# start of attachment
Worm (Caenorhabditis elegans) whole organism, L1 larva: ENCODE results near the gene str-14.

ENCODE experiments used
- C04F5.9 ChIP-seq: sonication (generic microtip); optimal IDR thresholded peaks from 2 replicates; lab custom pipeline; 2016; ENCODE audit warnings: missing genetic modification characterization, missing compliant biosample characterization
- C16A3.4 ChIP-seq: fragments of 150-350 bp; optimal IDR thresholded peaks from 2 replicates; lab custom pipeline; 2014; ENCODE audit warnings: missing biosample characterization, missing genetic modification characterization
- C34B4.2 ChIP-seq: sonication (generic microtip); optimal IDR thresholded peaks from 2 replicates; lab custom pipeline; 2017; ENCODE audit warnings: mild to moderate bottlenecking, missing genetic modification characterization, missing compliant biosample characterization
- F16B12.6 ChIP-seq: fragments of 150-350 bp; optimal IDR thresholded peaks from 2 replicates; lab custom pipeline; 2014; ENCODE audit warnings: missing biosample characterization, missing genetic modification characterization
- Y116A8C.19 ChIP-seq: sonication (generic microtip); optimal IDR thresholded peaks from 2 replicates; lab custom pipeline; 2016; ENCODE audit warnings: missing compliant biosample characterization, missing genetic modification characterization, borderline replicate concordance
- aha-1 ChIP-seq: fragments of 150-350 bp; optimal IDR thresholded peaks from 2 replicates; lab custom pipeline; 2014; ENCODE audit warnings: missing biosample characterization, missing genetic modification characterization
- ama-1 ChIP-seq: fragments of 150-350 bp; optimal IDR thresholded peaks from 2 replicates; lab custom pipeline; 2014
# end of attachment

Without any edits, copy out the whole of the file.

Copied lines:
Worm (Caenorhabditis elegans) whole organism, L1 larva: ENCODE results near the gene str-14.

ENCODE experiments used
- C04F5.9 ChIP-seq: sonication (generic microtip); optimal IDR thresholded peaks from 2 replicates; lab custom pipeline; 2016; ENCODE audit warnings: missing genetic modification characterization, missing compliant biosample characterization
- C16A3.4 ChIP-seq: fragments of 150-350 bp; optimal IDR thresholded peaks from 2 replicates; lab custom pipeline; 2014; ENCODE audit warnings: missing biosample characterization, missing genetic modification characterization
- C34B4.2 ChIP-seq: sonication (generic microtip); optimal IDR thresholded peaks from 2 replicates; lab custom pipeline; 2017; ENCODE audit warnings: mild to moderate bottlenecking, missing genetic modification characterization, missing compliant biosample characterization
- F16B12.6 ChIP-seq: fragments of 150-350 bp; optimal IDR thresholded peaks from 2 replicates; lab custom pipeline; 2014; ENCODE audit warnings: missing biosample characterization, missing genetic modification characterization
- Y116A8C.19 ChIP-seq: sonication (generic microtip); optimal IDR thresholded peaks from 2 replicates; lab custom pipeline; 2016; ENCODE audit warnings: missing compliant biosample characterization, missing genetic modification characterization, borderline replicate concordance
- aha-1 ChIP-seq: fragments of 150-350 bp; optimal IDR thresholded peaks from 2 replicates; lab custom pipeline; 2014; ENCODE audit warnings: missing biosample characterization, missing genetic modification characterization
- ama-1 ChIP-seq: fragments of 150-350 bp; optimal IDR thresholded peaks from 2 replicates; lab custom pipeline; 2014